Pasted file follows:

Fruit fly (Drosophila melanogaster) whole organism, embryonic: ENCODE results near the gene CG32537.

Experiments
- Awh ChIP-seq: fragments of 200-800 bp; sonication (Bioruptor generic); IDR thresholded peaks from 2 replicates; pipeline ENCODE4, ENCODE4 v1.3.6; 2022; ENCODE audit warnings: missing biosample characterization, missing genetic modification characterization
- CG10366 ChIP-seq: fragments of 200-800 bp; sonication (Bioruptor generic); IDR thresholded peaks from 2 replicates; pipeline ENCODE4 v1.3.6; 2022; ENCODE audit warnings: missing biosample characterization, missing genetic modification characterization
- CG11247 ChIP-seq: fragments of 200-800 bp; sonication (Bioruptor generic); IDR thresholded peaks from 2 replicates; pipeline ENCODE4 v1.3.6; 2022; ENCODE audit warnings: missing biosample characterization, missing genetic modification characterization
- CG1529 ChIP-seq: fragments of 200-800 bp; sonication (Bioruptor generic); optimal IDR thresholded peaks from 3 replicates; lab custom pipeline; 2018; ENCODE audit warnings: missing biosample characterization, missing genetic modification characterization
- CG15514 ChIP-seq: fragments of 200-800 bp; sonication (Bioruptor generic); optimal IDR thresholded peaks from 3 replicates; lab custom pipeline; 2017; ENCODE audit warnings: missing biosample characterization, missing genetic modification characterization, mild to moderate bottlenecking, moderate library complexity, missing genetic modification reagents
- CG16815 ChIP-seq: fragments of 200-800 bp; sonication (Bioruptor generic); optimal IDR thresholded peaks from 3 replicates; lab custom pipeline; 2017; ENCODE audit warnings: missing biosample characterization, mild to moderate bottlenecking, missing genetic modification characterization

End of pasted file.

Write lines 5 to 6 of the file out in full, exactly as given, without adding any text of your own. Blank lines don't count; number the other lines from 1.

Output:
- CG11247 ChIP-seq: fragments of 200-800 bp; sonication (Bioruptor generic); IDR thresholded peaks from 2 replicates; pipeline ENCODE4 v1.3.6; 2022; ENCODE audit warnings: missing biosample characterization, missing genetic modification characterization
- CG1529 ChIP-seq: fragments of 200-800 bp; sonication (Bioruptor generic); optimal IDR thresholded peaks from 3 replicates; lab custom pipeline; 2018; ENCODE audit warnings: missing biosample characterization, missing genetic modification characterization